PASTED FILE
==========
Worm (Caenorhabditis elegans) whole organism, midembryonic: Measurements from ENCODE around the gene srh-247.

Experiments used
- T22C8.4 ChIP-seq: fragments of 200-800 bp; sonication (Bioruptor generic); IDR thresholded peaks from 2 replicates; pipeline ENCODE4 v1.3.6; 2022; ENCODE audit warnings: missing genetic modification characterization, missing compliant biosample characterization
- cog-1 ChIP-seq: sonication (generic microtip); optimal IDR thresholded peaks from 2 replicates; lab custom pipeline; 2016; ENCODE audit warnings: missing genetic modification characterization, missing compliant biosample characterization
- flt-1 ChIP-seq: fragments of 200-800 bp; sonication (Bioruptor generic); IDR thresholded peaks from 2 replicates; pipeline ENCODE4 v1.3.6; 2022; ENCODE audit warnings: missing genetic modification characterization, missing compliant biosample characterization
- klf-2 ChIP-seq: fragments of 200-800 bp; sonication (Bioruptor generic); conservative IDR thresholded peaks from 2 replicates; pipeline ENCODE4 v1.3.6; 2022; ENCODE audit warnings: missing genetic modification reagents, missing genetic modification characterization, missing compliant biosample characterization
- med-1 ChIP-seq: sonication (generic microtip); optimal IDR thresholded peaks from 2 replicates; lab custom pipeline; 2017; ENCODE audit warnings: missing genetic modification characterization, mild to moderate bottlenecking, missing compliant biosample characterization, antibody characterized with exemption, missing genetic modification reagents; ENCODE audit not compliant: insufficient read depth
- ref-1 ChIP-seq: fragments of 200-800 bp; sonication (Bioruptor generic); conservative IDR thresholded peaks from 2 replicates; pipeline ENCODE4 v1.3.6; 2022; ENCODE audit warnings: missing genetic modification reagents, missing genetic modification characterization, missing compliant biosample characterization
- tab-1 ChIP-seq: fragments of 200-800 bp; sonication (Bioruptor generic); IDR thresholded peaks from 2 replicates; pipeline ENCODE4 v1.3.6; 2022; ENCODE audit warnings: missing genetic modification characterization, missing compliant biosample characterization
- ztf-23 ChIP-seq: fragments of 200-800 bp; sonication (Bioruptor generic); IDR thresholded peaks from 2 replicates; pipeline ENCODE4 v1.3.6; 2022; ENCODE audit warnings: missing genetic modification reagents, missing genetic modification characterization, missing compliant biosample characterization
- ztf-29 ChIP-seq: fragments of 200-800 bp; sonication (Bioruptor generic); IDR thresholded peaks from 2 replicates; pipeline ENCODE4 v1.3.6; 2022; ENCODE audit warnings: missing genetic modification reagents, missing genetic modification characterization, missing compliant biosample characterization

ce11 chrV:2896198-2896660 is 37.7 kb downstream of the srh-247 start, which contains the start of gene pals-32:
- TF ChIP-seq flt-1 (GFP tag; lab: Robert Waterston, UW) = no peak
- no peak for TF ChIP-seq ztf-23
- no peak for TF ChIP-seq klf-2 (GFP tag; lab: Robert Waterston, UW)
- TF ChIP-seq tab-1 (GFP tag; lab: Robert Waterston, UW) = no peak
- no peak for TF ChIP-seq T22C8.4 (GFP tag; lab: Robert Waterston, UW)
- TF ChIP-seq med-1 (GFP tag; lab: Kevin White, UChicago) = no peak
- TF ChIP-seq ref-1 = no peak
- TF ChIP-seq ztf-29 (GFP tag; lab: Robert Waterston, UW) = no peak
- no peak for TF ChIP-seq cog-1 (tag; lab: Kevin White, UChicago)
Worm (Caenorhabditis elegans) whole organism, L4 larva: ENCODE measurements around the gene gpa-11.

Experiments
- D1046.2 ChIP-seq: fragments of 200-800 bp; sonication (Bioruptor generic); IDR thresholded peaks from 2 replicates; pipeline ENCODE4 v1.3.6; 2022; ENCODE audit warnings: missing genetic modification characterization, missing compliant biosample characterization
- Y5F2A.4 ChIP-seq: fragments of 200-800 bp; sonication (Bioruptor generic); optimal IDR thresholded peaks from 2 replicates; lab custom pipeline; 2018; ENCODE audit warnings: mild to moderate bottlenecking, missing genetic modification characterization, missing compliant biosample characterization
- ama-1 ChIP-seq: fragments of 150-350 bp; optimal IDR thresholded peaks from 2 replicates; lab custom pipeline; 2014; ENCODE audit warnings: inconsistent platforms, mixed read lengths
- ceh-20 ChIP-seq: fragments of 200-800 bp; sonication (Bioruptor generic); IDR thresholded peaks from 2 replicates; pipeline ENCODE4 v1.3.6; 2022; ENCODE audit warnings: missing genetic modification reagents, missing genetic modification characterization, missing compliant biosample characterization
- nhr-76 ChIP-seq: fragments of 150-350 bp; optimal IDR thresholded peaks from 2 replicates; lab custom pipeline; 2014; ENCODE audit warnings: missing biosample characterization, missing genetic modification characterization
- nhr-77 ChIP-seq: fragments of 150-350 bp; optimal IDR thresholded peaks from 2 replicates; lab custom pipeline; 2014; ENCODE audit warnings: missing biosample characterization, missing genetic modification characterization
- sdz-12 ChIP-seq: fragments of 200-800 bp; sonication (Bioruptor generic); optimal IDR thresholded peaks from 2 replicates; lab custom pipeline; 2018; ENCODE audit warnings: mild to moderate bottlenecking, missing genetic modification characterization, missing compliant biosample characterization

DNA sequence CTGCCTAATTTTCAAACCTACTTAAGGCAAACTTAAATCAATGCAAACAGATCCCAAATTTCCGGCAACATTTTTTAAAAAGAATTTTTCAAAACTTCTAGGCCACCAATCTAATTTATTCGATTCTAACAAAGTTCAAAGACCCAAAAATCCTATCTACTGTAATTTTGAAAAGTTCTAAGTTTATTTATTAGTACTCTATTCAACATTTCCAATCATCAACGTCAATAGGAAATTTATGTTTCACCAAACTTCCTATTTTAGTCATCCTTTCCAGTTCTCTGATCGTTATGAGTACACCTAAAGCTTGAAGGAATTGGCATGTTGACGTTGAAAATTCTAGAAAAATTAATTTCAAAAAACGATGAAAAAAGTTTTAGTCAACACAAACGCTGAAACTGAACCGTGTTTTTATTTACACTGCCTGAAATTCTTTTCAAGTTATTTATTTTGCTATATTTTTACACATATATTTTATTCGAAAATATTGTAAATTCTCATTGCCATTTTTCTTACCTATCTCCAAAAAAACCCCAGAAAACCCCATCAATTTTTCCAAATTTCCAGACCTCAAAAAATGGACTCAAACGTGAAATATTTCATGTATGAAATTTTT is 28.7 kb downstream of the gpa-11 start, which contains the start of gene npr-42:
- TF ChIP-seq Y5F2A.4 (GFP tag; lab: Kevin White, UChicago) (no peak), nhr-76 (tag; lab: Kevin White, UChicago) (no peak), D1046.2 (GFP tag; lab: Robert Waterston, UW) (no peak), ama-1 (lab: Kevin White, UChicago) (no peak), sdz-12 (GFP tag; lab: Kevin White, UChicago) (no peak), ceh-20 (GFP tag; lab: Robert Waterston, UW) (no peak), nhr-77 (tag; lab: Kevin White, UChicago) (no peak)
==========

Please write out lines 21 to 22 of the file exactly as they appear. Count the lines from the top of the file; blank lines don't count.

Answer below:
- no peak for TF ChIP-seq cog-1 (tag; lab: Kevin White, UChicago)
Worm (Caenorhabditis elegans) whole organism, L4 larva: ENCODE measurements around the gene gpa-11.